Odds and Ends

Sin, Zen and the Art of Emotional Skills

Practice and Balance
Practice and Balance

When I was a child, I went to a fairly fundamentalist church. We had this Christian tract that showed man on one side and God on the other, with “clouds of sin” in between, obscuring man’s view of God. Repentance and faith in Jesus would “clear the air.” There was another one, with which you are probably familiar if you’ve ever been exposed to these things, where man is on one side and God is on the other and there is a big gulf of sin in between. The cross ends up being the bridge that allows man over the gulf.


Now that I am a grownup I lean more toward skillfulness than faith. However, the idea of “clouds” obscuring a “true view” of reality still appeals to me. These clouds are not sin now, they are ineffective cognitions, whether cognitive distortions or negative emotions. I see the interaction between two people as a dance or a piece of music in which each plays a part. Training, practice and conditioning all come into play when one is preparing to dance. If a dancer over-thinks, she is sure to fall on her rear or step on her partner’s toes. If one’s mind is engaged in cognitive distortions or negative emotions, one can’t dance properly.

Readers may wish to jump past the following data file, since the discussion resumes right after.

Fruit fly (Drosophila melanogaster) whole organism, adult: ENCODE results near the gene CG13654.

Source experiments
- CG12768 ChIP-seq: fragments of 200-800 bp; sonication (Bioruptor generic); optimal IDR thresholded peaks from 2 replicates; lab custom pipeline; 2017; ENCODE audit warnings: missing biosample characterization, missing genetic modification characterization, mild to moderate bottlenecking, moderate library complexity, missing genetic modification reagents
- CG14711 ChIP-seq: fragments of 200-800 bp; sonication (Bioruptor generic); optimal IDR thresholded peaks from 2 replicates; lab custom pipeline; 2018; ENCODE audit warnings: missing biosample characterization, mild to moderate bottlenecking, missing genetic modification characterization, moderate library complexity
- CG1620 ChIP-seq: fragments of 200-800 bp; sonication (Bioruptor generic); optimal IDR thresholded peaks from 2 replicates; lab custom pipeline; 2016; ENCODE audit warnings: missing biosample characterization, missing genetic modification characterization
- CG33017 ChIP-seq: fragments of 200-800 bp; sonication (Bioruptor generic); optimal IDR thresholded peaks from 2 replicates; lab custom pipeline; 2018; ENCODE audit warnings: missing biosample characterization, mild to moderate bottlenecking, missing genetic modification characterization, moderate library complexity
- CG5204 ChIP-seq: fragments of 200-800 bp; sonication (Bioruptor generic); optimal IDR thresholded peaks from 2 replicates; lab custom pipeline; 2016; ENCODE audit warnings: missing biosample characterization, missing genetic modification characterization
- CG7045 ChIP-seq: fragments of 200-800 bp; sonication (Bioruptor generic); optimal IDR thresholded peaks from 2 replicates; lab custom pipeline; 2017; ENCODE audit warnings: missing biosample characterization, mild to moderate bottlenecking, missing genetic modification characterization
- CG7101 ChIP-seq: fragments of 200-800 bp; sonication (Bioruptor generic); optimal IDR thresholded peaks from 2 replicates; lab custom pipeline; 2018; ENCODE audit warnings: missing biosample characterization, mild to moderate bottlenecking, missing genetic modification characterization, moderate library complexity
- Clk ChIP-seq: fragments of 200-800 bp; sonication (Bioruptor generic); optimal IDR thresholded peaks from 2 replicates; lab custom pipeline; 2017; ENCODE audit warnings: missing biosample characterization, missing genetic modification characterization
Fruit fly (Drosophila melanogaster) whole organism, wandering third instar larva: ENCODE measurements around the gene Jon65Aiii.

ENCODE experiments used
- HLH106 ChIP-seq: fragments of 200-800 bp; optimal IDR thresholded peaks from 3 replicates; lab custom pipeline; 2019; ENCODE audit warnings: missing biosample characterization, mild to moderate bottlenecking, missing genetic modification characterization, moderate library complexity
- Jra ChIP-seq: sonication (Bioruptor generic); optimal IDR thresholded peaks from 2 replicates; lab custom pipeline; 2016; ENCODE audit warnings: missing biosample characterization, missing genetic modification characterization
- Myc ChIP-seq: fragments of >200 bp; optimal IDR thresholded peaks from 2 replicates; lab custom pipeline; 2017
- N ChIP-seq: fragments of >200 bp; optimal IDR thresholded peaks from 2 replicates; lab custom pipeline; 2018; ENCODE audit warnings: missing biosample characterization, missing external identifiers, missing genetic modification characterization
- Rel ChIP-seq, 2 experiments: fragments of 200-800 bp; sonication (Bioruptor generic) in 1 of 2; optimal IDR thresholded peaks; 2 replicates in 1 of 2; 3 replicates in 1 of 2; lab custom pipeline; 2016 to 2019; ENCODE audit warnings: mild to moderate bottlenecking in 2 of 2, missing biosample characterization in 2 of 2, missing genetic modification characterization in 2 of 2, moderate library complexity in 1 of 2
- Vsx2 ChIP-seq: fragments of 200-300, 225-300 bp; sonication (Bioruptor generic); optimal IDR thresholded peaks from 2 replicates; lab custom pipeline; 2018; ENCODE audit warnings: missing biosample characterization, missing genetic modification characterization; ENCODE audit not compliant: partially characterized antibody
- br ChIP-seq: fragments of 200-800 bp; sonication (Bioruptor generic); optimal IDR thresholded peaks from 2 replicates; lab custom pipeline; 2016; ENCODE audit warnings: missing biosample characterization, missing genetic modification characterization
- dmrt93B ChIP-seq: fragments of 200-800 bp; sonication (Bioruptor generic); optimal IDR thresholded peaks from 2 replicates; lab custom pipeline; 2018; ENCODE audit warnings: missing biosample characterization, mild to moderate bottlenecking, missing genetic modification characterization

Years ago, I read “Zen and the Art of Archery.” In the book, the author has to develop a certain mind-set to hit the target. Much of this mind-set involves getting out of one’s own mental way and practicing the skill until it becomes second-nature. Whether it is archery or dance or interpersonal relationships, I find that much of the time, most people get in their own way and end up a tangle of resentments, anger and emotional pain. There are too many automatic thoughts and learned emotional responses that cloud a person’s ability to perform effectively in a relationship.

My suggestion to counteract this is for people to:

  1. Clear the mind of cognitive distortions and negative emotions
  2. Don’t assume another person’s motivation
  3. Practice effective skills to the point of complete mastery
  4. Relax, take a breath, slow down

You can purchase “Zen and the Art of Archery” here:

Zen in the Art of Archery

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